Still on soprano, Thompson eases into a relaxed solo, followed by Davis and Jones before the ensemble gives us the first passages of Thompson’s intriguing arrangement. The voicings reflect his accumulation of bebop wisdom as well as his admiration for the French impressionists. His first tenor saxophone feature on this disc is “’Twas Yesterday,” highlighting what the late critic John S. Wilson once described as Thompson’s “soft, furry, intimate tone.” “Firebug” brings spirited solos from Jones and Payne, a virtuosic and often very funny one from Powell, eight essential bebop choruses from the underrated Burns, then Thompson on tenor in a long solo in which each idea grows into the next; musical story-telling founded equally on logic and emotion. The ensemble accompanies Dreares, leaves him a few bars of solo space, then negotiates the intersecting contrapuntal lines of Thompson’s arrangement to an abrupt conclusion that triggers chuckles on the bandstand and in the audience.
The second CD contains a 1965 quartet date broadcast from the Half Note in lower Manhattan. Thompson’s accompanists are bassist George Tucker, drummer Oliver Jackson and the excellent little-known pianist Paul Neves (pictured right), who appears here in one of only two recordings I’m aware of his having made. The other was Ahmed Abdul-Malik’s Spellbound, which disappeared for a time but is again available. If anything, Thompson is even more fluid on soprano in this version of “The World Awakes,” spurred by Neves’ emphatic comping. The pianist’s solos and his supportive accompaniment throughout make the attentive listener aware that we lost a substantial musician when he died in Puerto Rico in the 1980s. He was in his early fifties. A native of Boston, Neves was the brother of bassist John Neves, who worked with Jaki Byard, Stan Getz and the big bands of Herb Pomeroy and Maynard Ferguson.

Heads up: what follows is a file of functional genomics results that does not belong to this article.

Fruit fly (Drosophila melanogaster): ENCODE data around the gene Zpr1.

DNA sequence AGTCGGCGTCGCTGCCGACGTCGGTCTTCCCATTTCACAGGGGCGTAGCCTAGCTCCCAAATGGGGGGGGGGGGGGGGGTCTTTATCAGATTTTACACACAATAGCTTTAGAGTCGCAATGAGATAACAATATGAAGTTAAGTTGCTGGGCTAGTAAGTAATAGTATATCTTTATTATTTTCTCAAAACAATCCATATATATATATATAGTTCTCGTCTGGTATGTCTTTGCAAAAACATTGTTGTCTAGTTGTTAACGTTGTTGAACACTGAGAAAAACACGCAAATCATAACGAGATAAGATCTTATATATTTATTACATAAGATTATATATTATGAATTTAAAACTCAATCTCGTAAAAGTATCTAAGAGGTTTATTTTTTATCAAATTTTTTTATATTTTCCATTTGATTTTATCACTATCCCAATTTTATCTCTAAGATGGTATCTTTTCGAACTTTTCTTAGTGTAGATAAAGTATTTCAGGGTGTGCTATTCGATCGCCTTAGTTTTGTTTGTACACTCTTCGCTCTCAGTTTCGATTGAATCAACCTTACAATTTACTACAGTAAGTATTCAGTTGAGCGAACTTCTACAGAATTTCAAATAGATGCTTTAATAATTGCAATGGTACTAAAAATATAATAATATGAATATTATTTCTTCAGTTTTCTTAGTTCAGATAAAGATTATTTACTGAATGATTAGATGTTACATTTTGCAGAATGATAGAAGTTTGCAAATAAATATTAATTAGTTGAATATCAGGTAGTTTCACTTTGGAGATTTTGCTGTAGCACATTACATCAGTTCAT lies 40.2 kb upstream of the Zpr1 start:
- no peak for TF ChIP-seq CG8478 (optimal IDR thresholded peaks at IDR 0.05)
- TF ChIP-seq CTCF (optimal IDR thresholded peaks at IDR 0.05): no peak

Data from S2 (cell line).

Thompson remains on soprano for a gentle exploration of “What’s New,” demonstrating the artistic strength to be found in restraint. Following the first chorus of Tadd Dameron’s “Lady Bird,” Neves drops out for a few choruses while Thompson indulges in one of his favorite tenor saxophone pursuits, strolling with bass and drums. When Neves reenters, the passion builds during a dozen more Thompson choruses and seven from Neves. Tucker makes the most of his only solo opportunity of the set. The last piece ends with a drum roll and Thompson’s “Paramount on Parade” intro on soprano. They set the stage for an incendiary “Strike Up the Band.” Thompson, on tenor, is the only soloist except for a sequence of power exchanges with Jackson, who is finally allowed to give full rein to his skills. It is a reminder of the versatility of a drummer who was equally effective in the range of jazz styles from traditional to modern.
The album recalls that, for all of the frustration he faced, the bitterness he felt and his sad end, Lucky Thompson’s music transmitted confidence and joy. In his brief conversations at the Half note with broadcast host Alan Grant, Thompson’s intelligence and gentlemanliness are apparent.
In the CD’s booklet, Noal Cohen’s comprehensive notes provide an extensive history of Thompson’s career. The 44-page booklet has several photos of Thompson, pictures and brief bios of the sidemen, and information about the Little Theater concert and the Half Note broadcast.
(Photo of Paul Neves by Katherine Hanna courtesy of Irene Kubota Neves)